Goldsmith (1998) argues that I (Green 1998a) am wrong in asserting that nodes and connections are the theoretical entities of connectionist theories. I reply that if he is right, then connectionist theory is not connectionist after all. I also comment briefly on Seidenberg's (1993) approach to the interpretation of connectionist research, and on the issue of the proper distinction to be drawn between theories and models.
2. More important, Goldsmith argues that I am mistaken in claiming that the nodes and connections of connectionist networks are the "real" theoretical entities of connectionist theory. Instead, he argues, "that role is filled by more abstract characterizations of the functional properties of the networks. I have two objections to this claim. First, if nodes and connections are not theoretical entities, then what are they? They are not observable entities, and there are not many options left. One might say that they are not important at all; that they are those parts of any theory that are not to be taken seriously. (To use the example of Lee et al. (1998), just because we use planets to model subatomic particles it does not follow that we expect them to have moons.) But this brings me to my second objection: if the nodes and connections are not to be taken seriously, then in what sense is the person who so abandons them still to be considered a connectionist? None that I can see. If the "real" theoretical entities are higher "functional properties" then those properties, not nodes and connections, are the real core of the theory, which is now only incidentally connectionist.
3. There seems to be only one way out of this dilemma. One could argue that the "functional properties" in which one is interested imply strictly (i.e., deductively) the existence of a connectionist substrate. For example, if the "functional properties" of interest are, as Goldsmith suggests (para. 10), "stable attractors, clean-up processes, collateral support, superposition, gradient descent, trajectories in weight space, trajectories in state space, and so forth," and if one can show (by a sort of Kantian "transcendental deduction") that these cannot be instantiated in any way but in a connectionist network, then one can have one's cake, and eat it to. Or can one? For this just puts connectionists right back where they started: trying to show that either cognition, or some aspect of its substrate, is connectionist; that is, nodes and connections. And this is precisely what I suggested in my target article that connectionists have not done, and seem unlikely to do, unless they adopt a neural interpretation of their networks.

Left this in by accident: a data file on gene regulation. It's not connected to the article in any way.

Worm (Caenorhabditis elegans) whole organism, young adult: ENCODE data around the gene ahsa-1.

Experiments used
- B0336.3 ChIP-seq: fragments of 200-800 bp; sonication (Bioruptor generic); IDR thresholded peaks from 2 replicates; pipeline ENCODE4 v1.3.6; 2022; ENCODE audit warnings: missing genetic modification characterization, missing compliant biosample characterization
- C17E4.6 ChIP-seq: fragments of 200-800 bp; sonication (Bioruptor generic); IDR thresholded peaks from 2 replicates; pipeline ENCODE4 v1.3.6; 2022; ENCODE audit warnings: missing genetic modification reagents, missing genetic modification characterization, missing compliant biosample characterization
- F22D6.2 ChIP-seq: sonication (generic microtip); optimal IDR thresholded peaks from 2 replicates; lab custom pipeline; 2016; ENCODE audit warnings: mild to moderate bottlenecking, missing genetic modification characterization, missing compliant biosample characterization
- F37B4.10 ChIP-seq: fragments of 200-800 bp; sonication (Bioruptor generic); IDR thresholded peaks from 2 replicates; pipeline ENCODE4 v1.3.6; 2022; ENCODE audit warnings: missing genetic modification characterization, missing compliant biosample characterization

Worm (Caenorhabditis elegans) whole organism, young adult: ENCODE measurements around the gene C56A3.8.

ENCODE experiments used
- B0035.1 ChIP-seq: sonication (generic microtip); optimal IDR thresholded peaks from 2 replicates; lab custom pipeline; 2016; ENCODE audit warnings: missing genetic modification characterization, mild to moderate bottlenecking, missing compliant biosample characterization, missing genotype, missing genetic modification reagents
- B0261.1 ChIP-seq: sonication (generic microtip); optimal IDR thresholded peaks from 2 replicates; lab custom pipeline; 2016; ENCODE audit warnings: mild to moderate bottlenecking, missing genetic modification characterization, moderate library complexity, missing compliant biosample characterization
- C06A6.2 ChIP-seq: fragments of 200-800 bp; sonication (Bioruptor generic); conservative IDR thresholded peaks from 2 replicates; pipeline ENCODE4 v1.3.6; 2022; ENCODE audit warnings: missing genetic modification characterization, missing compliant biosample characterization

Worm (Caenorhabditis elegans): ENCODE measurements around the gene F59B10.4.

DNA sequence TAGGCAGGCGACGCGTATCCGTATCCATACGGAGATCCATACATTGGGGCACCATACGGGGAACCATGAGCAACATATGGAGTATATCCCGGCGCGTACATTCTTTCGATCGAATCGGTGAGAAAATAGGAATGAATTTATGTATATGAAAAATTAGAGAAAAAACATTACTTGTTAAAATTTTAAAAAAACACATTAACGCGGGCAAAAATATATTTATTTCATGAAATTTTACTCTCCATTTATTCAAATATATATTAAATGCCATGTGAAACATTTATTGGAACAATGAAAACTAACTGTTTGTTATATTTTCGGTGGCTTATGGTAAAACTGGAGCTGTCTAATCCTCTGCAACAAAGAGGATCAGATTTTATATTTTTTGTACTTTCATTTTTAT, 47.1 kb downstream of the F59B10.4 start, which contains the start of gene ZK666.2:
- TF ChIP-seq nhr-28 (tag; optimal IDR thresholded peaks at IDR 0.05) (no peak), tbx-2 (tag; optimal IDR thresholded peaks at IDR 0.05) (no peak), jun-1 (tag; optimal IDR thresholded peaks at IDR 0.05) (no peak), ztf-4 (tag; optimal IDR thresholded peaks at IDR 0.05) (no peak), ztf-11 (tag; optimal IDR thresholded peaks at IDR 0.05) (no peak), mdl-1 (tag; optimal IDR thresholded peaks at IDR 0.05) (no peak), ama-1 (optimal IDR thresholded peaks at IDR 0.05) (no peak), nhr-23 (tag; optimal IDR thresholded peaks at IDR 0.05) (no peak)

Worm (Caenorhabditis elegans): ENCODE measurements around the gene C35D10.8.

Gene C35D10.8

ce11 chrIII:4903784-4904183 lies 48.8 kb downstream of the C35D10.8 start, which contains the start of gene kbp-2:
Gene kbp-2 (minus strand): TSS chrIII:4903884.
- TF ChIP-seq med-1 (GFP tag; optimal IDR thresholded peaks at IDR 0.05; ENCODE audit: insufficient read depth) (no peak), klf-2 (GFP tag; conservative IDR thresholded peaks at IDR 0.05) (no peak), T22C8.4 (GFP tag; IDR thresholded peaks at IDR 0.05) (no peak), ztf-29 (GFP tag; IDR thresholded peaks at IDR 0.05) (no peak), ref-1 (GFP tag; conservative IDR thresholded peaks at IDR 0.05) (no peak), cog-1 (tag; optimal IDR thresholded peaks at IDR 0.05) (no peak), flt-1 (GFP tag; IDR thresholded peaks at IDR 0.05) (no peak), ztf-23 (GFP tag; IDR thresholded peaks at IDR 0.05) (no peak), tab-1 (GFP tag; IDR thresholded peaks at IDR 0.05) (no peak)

4. Let me reiterate, because Goldsmith (para. 12), like so many other commentators, overstated my position on the neural interpretation: Connectionists could develop some alternative ontology that will allow them to slip by the Scylla of propositional attitudes and the Charybdis of neural modeling. However, one has yet to see an even vaguely plausible alternative of this type proposed.
5. Before closing, allow me briefly to touch on two of the issues that Goldsmith mentioned but that had been brought up by other commentators. First, Goldsmith, like Medler and Dawson (1998) before him, seems to hold that Seidenberg's (1993) analysis of Seidenberg and McClelland's (1989) word-reading model is a paradigm of connectionist analysis. (I must, at this point, note my utter, jaw-dropping awe at the chutzpah it must have taken to draw on the work of Chomsky, of all people, to buttress a defense of connectionism! para. 6). He says that "for [Seidenberg], connectionist theories, like other theories, are embodied in concepts and principles rather than in units and connections... [he] identified 'broad theoretical claims,' such as those concerning the representational status of words... and the postulation of a single-process mechanism... to handle rule- governed words, irregular words, and non-words" (para. 7).